For most people, using the restroom is of little concern or consequence. Usually, it isn’t until you notice that something looks, feels, or smells “off” that you start paying attention to your urine. Variations in the colour, odour, or frequency of your urine can indicate anything from harmless dietary issues to a life-threatening illness.

As odd as it may sound to examine your urine, it’s important to pay attention to what comes out of your body in order to maintain your health, as the colour of your urine can vary, and may indicate a health care concern.

Here are some things you can learn from your pee that may warrant a trip to the doctor.

You’re dehydrated

If you’ve ever used the restroom and noticed that your pee is dark, it could be a sign you’re dehydrated. Dehydration can cause your urine to be amber or honey-coloured. Although dehydration is the result of losing more fluids than what you take in, experts note that you shouldn’t base your water intake solely on urine colour: You should drink to quench your thirst.

You’re pregnant

Frequent urination is a common symptom of early pregnancy. This is most often caused by an increase in hormones, specifically human chorionic gonadotropin (hCG) and progesterone.  Additionally, your body begins to produce more fluids during pregnancy which the kidneys will need to flush out.


Many women also notice changes in the way their pee smells during pregnancy. Women’s Health reports that pregnancy hormones may cause your urine to have a more pungent odor, particularly during the first trimester. These hormones are also attributed to what Pregnancy magazine calls your new “bionic sense of smell” which may make subtle changes in urine odor much more obvious to a mom-to-be.

You’re on a vegetables or fruit diet

You may have noticed that after eating certain foods your pee may have a different odour. But, what you may not realise is that eating a lot of a particular food can also change the colour of your urine.

Eating beetroots can turn your urine pink or red and this can occasionally be mistaken for blood. This is caused by anthocyanin, a plant pigment also found in blackberries. Carrots and carrot juice could give your pee an orange tint, and asparagus can turn it a shade of green.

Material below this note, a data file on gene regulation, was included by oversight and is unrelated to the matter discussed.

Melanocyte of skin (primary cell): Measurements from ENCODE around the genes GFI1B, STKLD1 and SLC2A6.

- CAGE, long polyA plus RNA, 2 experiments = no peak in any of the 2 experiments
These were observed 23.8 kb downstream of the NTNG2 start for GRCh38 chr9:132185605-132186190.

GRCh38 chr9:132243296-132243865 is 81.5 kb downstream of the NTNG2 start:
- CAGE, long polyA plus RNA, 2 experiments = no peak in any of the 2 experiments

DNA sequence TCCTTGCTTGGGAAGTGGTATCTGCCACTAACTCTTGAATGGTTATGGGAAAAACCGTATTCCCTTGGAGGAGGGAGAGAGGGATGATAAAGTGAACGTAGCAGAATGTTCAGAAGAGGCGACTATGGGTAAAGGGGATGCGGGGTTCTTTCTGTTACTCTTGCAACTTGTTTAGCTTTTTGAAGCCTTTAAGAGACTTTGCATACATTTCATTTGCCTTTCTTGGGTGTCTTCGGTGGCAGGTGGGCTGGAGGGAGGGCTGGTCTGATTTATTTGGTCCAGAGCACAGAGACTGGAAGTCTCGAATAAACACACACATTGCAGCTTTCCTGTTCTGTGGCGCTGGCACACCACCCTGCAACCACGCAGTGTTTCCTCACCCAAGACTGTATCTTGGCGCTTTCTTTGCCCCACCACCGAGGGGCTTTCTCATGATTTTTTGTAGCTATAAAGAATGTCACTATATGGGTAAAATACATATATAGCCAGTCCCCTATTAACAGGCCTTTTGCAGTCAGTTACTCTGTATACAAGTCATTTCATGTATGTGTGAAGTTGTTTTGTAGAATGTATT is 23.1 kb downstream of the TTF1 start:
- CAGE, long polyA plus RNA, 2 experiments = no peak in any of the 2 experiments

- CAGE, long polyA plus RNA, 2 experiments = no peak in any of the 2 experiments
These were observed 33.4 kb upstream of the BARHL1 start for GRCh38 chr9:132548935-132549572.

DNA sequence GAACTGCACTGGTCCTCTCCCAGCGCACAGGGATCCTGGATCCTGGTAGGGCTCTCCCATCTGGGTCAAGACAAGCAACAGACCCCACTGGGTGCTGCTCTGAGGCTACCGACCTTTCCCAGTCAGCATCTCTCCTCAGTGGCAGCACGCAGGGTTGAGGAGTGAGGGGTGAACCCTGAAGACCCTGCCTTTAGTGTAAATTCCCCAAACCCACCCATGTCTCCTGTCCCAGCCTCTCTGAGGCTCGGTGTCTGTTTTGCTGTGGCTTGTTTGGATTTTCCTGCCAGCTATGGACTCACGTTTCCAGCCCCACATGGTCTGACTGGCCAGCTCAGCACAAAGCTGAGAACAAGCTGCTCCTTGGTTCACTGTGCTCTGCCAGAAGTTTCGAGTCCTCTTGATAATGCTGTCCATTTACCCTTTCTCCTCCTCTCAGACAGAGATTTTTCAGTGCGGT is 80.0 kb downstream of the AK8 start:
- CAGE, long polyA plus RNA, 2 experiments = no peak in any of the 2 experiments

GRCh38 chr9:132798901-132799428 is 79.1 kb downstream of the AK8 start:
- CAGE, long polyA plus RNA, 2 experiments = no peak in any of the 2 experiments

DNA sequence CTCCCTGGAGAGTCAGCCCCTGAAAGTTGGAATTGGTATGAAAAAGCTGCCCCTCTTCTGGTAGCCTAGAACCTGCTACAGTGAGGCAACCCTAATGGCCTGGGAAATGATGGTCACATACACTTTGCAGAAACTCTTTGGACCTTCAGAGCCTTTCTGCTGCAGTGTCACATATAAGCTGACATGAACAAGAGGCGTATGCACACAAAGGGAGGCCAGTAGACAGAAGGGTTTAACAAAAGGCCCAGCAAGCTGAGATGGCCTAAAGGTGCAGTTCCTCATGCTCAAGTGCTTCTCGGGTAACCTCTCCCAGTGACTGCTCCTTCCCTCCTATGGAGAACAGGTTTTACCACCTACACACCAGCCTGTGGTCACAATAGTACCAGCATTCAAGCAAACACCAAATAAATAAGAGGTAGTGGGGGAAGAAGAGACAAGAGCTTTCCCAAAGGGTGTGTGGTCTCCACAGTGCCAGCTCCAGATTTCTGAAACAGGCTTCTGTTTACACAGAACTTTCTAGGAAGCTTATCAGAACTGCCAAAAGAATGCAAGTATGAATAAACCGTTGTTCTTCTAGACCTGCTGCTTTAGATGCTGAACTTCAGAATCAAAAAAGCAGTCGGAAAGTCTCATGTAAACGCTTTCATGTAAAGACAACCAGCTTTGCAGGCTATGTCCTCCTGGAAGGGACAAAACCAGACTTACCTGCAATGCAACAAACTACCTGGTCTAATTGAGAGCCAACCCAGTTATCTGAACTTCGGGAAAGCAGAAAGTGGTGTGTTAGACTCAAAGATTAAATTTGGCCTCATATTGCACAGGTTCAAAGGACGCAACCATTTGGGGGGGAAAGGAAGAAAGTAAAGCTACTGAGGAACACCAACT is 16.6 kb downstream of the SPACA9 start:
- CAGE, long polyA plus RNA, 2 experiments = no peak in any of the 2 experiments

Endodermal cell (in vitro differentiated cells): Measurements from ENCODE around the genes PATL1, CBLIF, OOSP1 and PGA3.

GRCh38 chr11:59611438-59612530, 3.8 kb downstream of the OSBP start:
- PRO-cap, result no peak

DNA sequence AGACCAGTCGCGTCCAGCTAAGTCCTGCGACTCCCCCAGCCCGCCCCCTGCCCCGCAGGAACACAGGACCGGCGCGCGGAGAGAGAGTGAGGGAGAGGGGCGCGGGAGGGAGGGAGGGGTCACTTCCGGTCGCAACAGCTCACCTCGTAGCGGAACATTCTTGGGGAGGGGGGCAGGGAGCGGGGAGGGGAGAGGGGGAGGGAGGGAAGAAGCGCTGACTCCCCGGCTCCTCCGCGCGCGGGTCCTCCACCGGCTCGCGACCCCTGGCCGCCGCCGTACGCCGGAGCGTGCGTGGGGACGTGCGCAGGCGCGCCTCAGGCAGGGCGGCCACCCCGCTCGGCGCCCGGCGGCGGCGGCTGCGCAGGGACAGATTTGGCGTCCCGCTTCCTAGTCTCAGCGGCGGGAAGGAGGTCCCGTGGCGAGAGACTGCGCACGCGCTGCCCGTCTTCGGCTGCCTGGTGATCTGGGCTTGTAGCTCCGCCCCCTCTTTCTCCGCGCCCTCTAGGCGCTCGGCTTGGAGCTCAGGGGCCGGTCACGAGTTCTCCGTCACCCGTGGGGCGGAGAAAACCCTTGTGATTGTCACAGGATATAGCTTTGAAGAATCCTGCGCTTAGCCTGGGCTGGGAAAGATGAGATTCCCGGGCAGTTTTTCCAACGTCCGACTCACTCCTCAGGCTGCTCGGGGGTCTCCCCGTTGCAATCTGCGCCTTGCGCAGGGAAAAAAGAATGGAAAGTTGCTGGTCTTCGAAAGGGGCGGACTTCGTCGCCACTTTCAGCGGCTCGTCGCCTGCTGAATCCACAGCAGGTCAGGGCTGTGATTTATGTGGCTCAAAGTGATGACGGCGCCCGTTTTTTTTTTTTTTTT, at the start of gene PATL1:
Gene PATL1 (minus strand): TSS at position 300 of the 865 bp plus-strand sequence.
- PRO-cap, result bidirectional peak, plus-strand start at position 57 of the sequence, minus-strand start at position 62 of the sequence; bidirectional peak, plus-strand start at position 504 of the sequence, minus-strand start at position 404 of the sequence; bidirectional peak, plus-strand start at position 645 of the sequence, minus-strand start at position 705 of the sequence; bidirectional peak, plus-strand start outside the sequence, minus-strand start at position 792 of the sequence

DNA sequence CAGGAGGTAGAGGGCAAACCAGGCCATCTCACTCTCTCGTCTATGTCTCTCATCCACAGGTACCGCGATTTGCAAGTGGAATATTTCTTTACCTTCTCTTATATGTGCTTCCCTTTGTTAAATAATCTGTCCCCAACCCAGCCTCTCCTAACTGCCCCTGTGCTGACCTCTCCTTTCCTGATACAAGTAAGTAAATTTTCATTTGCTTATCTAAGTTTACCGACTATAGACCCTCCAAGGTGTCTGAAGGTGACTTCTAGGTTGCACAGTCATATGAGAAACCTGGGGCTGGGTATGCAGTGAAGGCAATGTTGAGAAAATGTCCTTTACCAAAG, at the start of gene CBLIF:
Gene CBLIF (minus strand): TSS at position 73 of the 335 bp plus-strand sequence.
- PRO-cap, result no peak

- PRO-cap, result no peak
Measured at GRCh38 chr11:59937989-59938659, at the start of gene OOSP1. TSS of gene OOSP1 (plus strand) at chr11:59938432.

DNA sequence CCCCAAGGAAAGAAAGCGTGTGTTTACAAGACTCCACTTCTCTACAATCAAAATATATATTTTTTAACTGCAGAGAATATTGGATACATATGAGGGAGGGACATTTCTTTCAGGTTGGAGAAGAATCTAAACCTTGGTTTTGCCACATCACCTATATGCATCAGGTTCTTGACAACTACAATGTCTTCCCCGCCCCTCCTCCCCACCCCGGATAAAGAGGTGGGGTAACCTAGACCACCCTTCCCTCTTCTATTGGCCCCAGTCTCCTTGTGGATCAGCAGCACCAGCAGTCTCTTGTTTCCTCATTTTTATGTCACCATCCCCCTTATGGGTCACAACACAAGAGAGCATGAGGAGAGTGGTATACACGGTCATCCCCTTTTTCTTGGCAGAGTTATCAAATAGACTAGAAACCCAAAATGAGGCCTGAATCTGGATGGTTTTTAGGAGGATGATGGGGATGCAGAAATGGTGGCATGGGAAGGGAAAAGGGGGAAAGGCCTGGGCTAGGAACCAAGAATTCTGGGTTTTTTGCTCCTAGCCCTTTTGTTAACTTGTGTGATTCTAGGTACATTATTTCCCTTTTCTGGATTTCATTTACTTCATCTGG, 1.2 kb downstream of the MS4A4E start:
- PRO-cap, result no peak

You’re taking meds

Discolouration of your urine may also be caused by medication.

Vitamin C can make your pee a bright orange colour. Pills that contain blue dye such as amitriptyline, indomethacin, cimetidine, and promethazine may turn your urine blue or green. The malaria medications chloroquine and primaquine and the antibiotics metronidazole and nitrofurantoin can give you dark brown or tea-coloured pee.

You’re drinking too much water

black woman in white t-shirt drinking water

Normal urine can vary in colour from pale straw to dark yellow. The yellow colour of urine comes from urochrome, a product of the breakdown of hemoglobin. Its concentration is in proportion to the amount of waste to water in your urine. The more water you drink, the lighter your pee will be and the more often you will have to go to the restroom.

The average person pees four to eight trips per day, producing about six and a half cups of urine. If you go much more often or notice that your pee is almost transparent, it could be a sign that you are overhydrated. Experts note that drinking an excess amount of water can dilute your body of essential salts such as electrolytes, and create a dangerous chemical imbalance in the blood, also known as water intoxication. 

You need to see a doctor

Blood present in your urine, a condition known as hematuria, can mean that you are experiencing an infection or tumour of the urinary tract. It can also indicate kidney stones or prostate problems. It’s not uncommon for your urine to also look cloudy or murky in these instances. Pain is typical with these kinds of infections and stones, bleeding without pain may be a sign of a more serious problem such as cancer.

In addition to colour changes, unusual urine odour can indicate other medical conditions or diseases. These include a bladder infection, cystitis (bladder inflammation), diabetic ketoacidosis, maple syrup urine disease (a rare genetic disease that causes difficulty breaking down certain amino acids), and uncontrolled type 2 diabetes.

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